Approved Spring 2023 Sustainability Grant Projects

Congratulations to our Spring 2023 Sustainability Grant Applicants! For details on approved projects see below. For more information on the college’s Sustainability Grant program check out www.paulsmiths.edu/sustainability. 

Solar for Mohawk Cultural Center

Total Amount: $1,868

Project Summary

Over the past few years, Paul Smith’s College students have partnered with the Akwesasne Mohawk community on several projects such as research on environmental issues and building of structures such as tiny free libraries.  In 2020, professor Deb Naybor was approached by Akat Ransom, the director of Nia’s Tiny Free Libraries (NTFL), a Mohawk NGO focused on improving literacy in the Akwesasne community, to partner on a grant to create a mobile cultural center for the Mohawk tribe.  Unfortunately, the grant was put on hold due to the Covid pandemic until 2022.   Ransom and Naybor reapplied for the $25,000 (Canadian dollars) in March 2022 and funding for the cultural center was approved and funds were received by NTFL in August 2022.

Unfortunately due to Covid prices of materials increased in price and because of related supply chain issues, the proposed 8’ x 16’ trailer included in the budget was backordered for months and would prevent meeting the project deadline.  Luckily, a previously owned 8’ x 24’ trailer was purchased and construction began on schedule.  During the fall 2022 semester, PSC Sustainability Capstone students nearly completed the exterior shell of the cultural center.  The 50% increase in size and rising costs of lumber strained the budget but by using repurposed materials, lumber from the PSC sawmill, and materials donated, the project remained on track with budget constraints. The electrical budget for the project included wiring for connection to a gas powered generator (owned by NTFL) as the source of power.  However, because of the focus on sustainability, students proposed the use of a solar power station and solar panels to power the trailer. Unfortunately, there is not enough money remaining in the budget to purchase such a system.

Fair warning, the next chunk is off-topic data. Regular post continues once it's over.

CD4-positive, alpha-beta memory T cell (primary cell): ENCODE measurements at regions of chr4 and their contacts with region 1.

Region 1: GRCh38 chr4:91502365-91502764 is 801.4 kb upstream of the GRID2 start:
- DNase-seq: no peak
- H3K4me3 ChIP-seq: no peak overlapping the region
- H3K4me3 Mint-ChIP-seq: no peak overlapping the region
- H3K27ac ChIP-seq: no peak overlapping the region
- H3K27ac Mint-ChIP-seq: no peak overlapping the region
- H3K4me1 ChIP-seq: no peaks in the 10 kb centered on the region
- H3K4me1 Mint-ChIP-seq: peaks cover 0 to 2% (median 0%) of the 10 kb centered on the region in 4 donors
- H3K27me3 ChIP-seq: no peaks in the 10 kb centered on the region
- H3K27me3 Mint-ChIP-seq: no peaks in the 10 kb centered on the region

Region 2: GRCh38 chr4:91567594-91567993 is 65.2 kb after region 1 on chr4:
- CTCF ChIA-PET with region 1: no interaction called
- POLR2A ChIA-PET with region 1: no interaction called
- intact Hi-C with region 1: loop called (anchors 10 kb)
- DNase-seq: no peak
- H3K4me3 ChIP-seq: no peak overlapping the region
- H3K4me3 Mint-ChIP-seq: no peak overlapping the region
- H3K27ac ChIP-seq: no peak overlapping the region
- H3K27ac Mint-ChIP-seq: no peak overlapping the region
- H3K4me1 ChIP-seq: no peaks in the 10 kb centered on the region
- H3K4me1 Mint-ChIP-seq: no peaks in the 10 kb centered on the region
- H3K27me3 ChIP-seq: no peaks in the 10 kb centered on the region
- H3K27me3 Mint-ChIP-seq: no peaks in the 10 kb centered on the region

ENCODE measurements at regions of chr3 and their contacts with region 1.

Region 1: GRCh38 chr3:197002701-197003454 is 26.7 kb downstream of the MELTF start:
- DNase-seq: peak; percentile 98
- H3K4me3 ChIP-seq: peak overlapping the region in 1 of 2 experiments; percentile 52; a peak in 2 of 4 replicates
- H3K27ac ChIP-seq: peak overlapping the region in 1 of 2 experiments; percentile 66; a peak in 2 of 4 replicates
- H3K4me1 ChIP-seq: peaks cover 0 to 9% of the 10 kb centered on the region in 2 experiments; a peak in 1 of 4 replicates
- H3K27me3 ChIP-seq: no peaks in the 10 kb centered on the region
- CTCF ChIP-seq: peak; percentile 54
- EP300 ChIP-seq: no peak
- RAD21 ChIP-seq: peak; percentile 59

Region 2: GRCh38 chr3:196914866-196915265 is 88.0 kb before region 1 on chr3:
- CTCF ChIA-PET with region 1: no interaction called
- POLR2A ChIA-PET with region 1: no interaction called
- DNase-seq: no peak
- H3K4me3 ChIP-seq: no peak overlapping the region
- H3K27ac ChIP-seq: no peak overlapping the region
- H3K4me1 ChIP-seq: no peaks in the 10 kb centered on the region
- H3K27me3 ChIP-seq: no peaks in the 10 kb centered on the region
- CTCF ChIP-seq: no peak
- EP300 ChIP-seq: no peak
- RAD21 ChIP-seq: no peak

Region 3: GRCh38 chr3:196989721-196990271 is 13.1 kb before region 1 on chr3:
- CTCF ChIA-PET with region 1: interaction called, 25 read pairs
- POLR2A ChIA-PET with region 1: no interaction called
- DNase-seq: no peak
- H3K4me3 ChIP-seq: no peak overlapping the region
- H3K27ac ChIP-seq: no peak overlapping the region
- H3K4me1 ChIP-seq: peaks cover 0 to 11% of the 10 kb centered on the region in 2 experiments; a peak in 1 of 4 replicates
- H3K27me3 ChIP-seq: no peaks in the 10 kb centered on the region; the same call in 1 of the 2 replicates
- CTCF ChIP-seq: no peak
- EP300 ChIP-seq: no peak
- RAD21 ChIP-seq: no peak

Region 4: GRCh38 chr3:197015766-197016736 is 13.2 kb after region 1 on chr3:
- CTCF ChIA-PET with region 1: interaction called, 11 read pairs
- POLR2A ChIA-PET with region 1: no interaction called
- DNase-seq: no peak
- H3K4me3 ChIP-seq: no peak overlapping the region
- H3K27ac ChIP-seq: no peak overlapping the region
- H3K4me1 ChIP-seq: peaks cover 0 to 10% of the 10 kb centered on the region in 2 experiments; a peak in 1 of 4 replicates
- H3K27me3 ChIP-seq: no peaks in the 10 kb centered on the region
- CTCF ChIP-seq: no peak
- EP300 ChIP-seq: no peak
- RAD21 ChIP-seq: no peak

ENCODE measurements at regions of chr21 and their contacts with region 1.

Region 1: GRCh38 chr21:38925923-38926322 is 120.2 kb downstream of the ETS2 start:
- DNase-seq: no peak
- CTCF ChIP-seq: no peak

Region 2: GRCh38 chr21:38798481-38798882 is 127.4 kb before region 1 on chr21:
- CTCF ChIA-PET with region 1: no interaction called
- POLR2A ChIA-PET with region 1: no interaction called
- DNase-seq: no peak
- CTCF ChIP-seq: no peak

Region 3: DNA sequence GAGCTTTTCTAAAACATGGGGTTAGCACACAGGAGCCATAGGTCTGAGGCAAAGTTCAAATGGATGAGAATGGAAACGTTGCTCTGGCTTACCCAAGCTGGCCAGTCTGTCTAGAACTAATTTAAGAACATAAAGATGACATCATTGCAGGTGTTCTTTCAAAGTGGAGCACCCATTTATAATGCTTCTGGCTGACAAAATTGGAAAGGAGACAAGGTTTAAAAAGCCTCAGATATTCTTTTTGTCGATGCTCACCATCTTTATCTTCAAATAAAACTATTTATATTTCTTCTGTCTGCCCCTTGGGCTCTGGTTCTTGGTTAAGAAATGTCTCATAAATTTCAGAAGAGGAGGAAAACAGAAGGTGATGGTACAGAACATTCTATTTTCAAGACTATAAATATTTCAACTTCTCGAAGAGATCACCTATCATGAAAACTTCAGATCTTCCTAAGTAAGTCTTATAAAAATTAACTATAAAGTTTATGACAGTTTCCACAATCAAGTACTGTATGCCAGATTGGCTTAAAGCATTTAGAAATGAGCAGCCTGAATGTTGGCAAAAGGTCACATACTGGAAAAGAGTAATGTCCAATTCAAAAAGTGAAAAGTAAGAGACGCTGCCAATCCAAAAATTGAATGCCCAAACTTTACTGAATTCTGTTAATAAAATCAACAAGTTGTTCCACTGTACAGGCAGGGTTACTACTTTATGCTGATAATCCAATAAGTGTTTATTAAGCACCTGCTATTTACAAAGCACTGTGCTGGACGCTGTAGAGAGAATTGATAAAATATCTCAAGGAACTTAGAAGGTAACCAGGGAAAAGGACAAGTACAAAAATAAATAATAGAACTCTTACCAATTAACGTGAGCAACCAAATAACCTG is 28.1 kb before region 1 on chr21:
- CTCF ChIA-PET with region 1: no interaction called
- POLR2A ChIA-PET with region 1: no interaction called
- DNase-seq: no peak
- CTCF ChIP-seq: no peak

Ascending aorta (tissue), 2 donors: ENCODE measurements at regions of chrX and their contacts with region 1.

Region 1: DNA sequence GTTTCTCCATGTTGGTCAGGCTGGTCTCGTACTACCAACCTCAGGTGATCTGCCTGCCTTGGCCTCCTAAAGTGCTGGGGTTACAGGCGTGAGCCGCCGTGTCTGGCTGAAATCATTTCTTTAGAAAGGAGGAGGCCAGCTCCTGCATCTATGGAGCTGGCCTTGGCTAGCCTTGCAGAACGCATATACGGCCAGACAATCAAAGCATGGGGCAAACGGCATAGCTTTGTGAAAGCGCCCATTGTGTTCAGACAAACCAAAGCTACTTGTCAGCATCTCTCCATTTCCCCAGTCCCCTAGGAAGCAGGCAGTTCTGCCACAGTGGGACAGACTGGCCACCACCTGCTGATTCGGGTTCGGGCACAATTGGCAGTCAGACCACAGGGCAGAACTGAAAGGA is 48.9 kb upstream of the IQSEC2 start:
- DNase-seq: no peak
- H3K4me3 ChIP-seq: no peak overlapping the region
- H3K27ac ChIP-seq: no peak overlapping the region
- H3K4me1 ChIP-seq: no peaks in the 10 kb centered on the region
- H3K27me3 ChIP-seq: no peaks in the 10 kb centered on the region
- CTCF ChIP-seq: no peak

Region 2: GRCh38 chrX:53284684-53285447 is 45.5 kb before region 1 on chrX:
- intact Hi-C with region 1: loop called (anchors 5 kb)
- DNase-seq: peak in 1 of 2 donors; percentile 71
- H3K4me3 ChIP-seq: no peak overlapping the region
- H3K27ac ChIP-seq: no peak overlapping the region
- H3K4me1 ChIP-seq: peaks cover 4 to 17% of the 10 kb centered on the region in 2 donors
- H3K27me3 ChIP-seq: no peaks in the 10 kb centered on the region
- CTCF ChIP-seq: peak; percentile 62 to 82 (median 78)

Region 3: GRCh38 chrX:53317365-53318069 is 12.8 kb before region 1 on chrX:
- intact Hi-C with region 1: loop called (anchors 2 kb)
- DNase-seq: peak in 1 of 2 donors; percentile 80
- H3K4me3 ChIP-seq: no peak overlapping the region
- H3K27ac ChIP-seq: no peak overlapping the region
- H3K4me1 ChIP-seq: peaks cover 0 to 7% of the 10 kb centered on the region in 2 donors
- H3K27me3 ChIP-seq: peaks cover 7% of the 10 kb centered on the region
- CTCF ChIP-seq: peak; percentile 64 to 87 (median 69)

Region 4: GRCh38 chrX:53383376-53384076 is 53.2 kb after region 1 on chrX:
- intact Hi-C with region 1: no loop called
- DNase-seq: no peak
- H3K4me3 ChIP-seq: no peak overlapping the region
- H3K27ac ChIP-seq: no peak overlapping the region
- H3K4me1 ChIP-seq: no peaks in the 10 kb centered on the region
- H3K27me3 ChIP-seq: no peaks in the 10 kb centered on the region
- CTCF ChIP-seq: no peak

24 Hour Room Sustainability Upgrade

Total Amount: $4000

Project Summary:
One time energy efficient lighting/temperature improvements and sustainably procured furniture
updates to the 24-hour room/Hutchinson café.
To make energy efficient and resource conscious improvements to the 24-hour room/Hutchinson Café
space attached to the library based on student feedback while maintaining the building’s past principles
of sustainability.
Our improvements to space will be through procuring materials that are post-consumer recycled, adding
green plants for student interactions, and adding energy efficient blinds and LED lights to improve the
space’s energy efficiency and temperature regulation.
This space is used for 24-hour study space and is centrally located at the heart of campus, these onetime improvements will positively impact student learning experience on campus. This project will
address Stars certification OP: 11 Sustainable Procurement, AC: 08 Campus as Living Laboratory, and